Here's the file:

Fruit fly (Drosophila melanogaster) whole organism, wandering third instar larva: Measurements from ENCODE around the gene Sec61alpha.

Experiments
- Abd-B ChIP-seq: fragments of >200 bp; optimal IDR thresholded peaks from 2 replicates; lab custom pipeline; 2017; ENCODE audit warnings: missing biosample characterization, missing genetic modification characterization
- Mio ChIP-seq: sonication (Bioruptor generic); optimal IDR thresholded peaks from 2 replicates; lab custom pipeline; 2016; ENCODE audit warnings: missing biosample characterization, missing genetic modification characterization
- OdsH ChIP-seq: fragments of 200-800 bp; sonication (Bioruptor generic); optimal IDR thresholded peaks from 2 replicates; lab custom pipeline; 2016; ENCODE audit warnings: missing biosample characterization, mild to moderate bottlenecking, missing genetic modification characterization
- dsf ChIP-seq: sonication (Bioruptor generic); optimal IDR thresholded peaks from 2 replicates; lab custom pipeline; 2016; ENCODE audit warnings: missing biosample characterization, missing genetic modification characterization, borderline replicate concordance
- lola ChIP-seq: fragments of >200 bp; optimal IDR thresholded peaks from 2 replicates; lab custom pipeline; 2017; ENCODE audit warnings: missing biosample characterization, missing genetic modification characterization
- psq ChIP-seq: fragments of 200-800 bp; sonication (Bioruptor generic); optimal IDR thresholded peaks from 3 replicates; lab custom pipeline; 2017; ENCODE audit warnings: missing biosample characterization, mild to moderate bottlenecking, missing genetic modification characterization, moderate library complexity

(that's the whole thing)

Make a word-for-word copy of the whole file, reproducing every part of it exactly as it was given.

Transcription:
Fruit fly (Drosophila melanogaster) whole organism, wandering third instar larva: Measurements from ENCODE around the gene Sec61alpha.

Experiments
- Abd-B ChIP-seq: fragments of >200 bp; optimal IDR thresholded peaks from 2 replicates; lab custom pipeline; 2017; ENCODE audit warnings: missing biosample characterization, missing genetic modification characterization
- Mio ChIP-seq: sonication (Bioruptor generic); optimal IDR thresholded peaks from 2 replicates; lab custom pipeline; 2016; ENCODE audit warnings: missing biosample characterization, missing genetic modification characterization
- OdsH ChIP-seq: fragments of 200-800 bp; sonication (Bioruptor generic); optimal IDR thresholded peaks from 2 replicates; lab custom pipeline; 2016; ENCODE audit warnings: missing biosample characterization, mild to moderate bottlenecking, missing genetic modification characterization
- dsf ChIP-seq: sonication (Bioruptor generic); optimal IDR thresholded peaks from 2 replicates; lab custom pipeline; 2016; ENCODE audit warnings: missing biosample characterization, missing genetic modification characterization, borderline replicate concordance
- lola ChIP-seq: fragments of >200 bp; optimal IDR thresholded peaks from 2 replicates; lab custom pipeline; 2017; ENCODE audit warnings: missing biosample characterization, missing genetic modification characterization
- psq ChIP-seq: fragments of 200-800 bp; sonication (Bioruptor generic); optimal IDR thresholded peaks from 3 replicates; lab custom pipeline; 2017; ENCODE audit warnings: missing biosample characterization, mild to moderate bottlenecking, missing genetic modification characterization, moderate library complexity